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Thursday, March 13, 2014

Host-microbial interactions in patients with chronic rhinosinusitis

The initiation and perpetuation of chronic rhinosinusitis (CRS) is known to be associated with host-microbial interactions.  Many studies have investigated these interactions with CRS in order to understand the mechanisms of the disease and provide better treatment options.  Dr. Hamilos summarizes the knowledge of host-microbial interactions in regards to normal sinus physiology and pathology, patients with CRS with and without polyps, and allergic fungal rhinosinusitis (AFRS) (J Allergy Clin Immunol 2014; 133(3): 640-653).
 
Much of the research on the subject of CRS has been on bacterial infection and potential defects in innate immunity that might predispose patients to sinus infections.  Of CRS patients undergoing surgical intervention, more than 50% have bacterial biofilm in their diseased sinus tissues.   Biofilm is an important survival mechanism of bacteria allowing for attachment to surfaces.  The biofilm has been described to have an enhanced resistance to antibiotics and is associated with more severe disease and worse surgical outcomes.  Dr. Hamilos explains that less is known about viral or fungal infection in CRS; in fact it remains unclear if upper respiratory tract viruses contribute causally to CRS analogous to their possible role in asthma.  Other research has ruled out defects, such as defects in mucociliary clearance or toll like receptor function as primary defects in CRS.  A decreased level of the antimicrobial protein lactoferrin has been found in sinus secretions, however other antimicrobial protein levels have been found  to be normal.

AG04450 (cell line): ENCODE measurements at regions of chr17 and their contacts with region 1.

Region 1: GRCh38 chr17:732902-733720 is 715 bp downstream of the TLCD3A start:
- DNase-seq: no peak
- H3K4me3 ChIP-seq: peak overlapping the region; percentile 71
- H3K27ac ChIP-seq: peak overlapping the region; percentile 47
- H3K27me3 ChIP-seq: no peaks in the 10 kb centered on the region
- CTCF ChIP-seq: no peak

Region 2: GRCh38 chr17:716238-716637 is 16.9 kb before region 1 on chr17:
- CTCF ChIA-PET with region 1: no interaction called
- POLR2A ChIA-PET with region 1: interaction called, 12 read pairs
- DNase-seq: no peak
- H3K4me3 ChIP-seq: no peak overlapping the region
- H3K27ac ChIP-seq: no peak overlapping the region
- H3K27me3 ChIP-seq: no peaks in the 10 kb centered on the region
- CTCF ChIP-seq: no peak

CRS research has focused on patients that have either “refractory” disease which can be defined as no improvement following  surgery  and medical management or “recalcitrant” disease which is defined as the recurrence of nasal polyps after polyp surgery.  Studies suggest that patients with recalcitrant nasal polyps have down regulated innate immunity associated with T helper type 2 (Th2) inflammation, potentially causing persistent infection.   While surgical treatment and use of culture-directed antibiotics remain the best treatment options, Dr. Hamilos is hopeful that further understanding of the underlying genetics of CRS and host-microbial interactions will allow for greater insight and more effective treatment options.

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